03 December 2013

The rule of lawlessness

Bertold Brecht once wrote about the impact of continuing and escalating violence.  At first there is horror and protest, but as the violence continues and the number of victims grows, a strange silence covers all, he said.  This country was forced to learn to live with violence for several decades.  Two insurrections and a full blown armed conflict benumbed society to the point that other types of violence including murders hardly raised an eyebrow. 

Post-conflict one would expect general indifference to disappear gradually.  It has not.  Just the other day, a key suspect of the brutal murder of a police officer and his wife in Kamburupitiya, was killed.  It is alleged that the suspect, ‘Commando Ajith’, while leading investigations to an arms cache, had picked up a weapon and attacked the relevant police officer. He is said to have been killed when the police ‘shot back in defence’. 

Two other suspects, handcuffs and all, are said to have tried to flee their captors, again while leading them to an arms cache.  The two had jumped into a reservoir and had drowned.  On Saturday, the body believed to be that of the main suspect, ‘Ketayam Chinthaka’, was found floating on the Nilvala.

This is a familiar script, that of suspects being shot when they try to best the police.  It comes with one of two officers being admitted to hospital to obtained treatment for wounds sustained in the scuffle or crossfire that is said to have taken place.  It’s so familiar that few would believe it to be the truth.  It is truly farfetched to think that a person who is handcuffed would think he could get away by jumping into a reservoir.  

The gruesome murders that precipitated the subsequent killings caught media attention and held it for several days.  That might could as ‘horror’.  Perhaps it is due to the nature of the crime that few questions are being raised about the fate of the suspected murderers.  On the other hand, it is perhaps also an indictment on the efficacy of the legal process that what transpired is socially accepted as equivalent to ‘court justice’.  Still, what are we to make of the fact that villagers in the area lit firecrackers at Commando Ajith’s funeral?  Some kind of cathartic relief, would that explain it all? 

Some time ago, there was a spate of such ‘crossfire killings’, the victims being key figures in the underworld.  The word in the street was that if they were arrested, the best legal support would be obtained to secure release.  It was whispered also that the nexus between underworld figure and politician insulated the criminal from possible punishment.  If true, that would say a lot about the country’s judicial system.  The general public, however, did not seem to mind these ‘crossfire killings’; perhaps it was thought that if that’s how it can get done then that’s how it must be done.   That’s an end-justifies-mean kind of logic.  The problem is that when such measures become the norm, it shows that the law, law enforcement and indeed the entire judicial system makes up a monumental sham.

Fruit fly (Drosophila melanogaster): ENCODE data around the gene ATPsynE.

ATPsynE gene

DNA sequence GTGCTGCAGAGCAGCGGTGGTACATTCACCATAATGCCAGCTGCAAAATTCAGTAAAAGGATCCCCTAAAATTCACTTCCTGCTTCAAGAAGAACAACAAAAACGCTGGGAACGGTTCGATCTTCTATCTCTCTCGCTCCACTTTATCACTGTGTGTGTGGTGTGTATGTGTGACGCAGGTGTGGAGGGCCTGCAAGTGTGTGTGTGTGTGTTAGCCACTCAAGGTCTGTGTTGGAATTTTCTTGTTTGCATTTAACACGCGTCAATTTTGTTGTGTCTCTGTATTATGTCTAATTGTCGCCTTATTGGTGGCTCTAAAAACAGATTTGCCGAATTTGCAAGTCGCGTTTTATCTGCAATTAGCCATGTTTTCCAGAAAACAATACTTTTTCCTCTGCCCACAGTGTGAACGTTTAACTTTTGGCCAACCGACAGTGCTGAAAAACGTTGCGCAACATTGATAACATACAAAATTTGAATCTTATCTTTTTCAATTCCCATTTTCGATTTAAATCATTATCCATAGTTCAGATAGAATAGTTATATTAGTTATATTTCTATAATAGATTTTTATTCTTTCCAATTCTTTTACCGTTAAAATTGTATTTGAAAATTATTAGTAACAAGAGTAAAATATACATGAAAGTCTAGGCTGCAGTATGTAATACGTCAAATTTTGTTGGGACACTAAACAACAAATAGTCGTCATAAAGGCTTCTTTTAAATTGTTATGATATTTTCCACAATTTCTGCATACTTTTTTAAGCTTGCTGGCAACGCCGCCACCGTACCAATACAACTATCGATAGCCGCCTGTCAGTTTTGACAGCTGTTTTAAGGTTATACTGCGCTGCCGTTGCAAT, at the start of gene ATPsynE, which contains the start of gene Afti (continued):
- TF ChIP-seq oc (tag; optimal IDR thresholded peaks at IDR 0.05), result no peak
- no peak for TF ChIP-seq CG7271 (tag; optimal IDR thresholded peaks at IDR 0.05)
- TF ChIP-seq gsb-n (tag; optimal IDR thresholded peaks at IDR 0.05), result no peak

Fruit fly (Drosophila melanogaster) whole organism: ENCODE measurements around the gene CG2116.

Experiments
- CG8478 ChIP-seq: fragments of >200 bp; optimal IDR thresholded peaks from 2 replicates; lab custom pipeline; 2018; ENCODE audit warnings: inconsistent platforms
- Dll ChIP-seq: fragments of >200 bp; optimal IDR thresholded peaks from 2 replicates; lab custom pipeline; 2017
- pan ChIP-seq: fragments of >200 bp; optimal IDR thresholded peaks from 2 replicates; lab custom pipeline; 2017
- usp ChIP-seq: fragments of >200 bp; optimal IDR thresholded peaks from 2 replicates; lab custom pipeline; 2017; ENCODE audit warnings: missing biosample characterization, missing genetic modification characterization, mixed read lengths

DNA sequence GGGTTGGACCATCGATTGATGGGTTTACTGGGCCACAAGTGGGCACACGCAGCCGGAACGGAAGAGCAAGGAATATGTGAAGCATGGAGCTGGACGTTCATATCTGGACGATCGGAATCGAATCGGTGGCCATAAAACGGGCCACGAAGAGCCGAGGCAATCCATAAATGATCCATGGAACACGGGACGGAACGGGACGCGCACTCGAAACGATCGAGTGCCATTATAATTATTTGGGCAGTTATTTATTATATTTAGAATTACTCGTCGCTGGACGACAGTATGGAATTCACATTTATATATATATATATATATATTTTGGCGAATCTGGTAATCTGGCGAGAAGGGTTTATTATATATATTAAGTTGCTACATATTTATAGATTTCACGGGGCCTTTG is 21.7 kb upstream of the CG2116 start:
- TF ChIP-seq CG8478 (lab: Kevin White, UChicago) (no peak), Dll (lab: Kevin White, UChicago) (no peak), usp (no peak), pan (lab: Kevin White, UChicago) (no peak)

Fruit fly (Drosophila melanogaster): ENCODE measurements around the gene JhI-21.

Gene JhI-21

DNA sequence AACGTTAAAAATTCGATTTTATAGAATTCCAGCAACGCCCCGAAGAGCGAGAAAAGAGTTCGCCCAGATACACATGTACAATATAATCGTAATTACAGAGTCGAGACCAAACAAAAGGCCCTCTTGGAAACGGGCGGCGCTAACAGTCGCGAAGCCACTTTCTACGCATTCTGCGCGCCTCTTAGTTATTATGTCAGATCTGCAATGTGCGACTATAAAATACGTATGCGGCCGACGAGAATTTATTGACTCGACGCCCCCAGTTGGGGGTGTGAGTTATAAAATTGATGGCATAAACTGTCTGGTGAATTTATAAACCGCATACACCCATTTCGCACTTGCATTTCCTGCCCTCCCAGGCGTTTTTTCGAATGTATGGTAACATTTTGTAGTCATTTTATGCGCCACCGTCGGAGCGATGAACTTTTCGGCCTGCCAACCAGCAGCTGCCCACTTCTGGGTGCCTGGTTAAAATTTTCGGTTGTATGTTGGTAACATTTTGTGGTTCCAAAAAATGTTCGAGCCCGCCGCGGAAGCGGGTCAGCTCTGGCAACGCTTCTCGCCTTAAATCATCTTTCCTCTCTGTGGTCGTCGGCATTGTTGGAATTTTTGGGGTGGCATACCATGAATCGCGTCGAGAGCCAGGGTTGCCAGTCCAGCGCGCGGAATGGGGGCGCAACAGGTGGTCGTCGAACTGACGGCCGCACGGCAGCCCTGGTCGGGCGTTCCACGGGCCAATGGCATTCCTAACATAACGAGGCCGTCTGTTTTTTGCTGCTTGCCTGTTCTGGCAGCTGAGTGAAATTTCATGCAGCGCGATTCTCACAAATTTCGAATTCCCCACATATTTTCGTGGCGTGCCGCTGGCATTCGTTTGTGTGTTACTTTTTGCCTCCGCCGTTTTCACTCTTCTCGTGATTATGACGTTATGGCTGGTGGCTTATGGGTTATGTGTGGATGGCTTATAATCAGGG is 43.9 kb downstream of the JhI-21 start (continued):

‘In war the laws are silent,’ is an oft quoted ‘out’ employed by those in power.  It is used not only to justify excesses in the battlefield but to play down transgressions elsewhere.   But we are now in post-conflict Sri Lanka.  While a reasonable adjust-period can be understood, it is legitimate to expect and demand progress in the right direction.  What we are seeing is the opposite, both on the side of the law and consequent or otherwise on the side of the general public as well.  

Can this thing called ‘due process’ be suspended forever? 

About a decade ago, one M.G. Quibria in a paper titled "Growth and poverty: lessons from the East Asian Miracle revisited," argued that there is no relationship between democratic social institutions and economic prosperity. This is something that people have known for a long time. Importantly, though, Quibria shows that what is critical to decent development is rule of law!

"Rule of law" refers, according to him, "to a society’s adherence to its existing rules and regulations; it implies a legal system where laws are public knowledge, are clear in meaning, and are applied equally without any arbitrariness and that the government is embedded in a legal framework that constrains arbitrary actions on its part". Key to the argument is the following: "the precondition for establishing the rule of law is a strong judicial system that is fair, competent, and efficient and not subject to political manipulation!"

That’s a benchmark.  If we were honest in assessing ourselves against it, we would not light any firecrackers.  We ought to, instead, start stitching a white flag.  



Gilbert Abeygoonaratne said...

The answers to a problem that threatens the very foundation of Democracy has been eloquently presented! But does it fall on deaf ears, can we find solutions and if by whom? Malinda I lap up every word you write with a quill that flows so righteously!and I am hungry for more! and my hunger will remain until the people of Sri Lanka can sleep in Peace !
No society can progress nor can we have an exemplary youth, or a future in an environment of Lawlessness !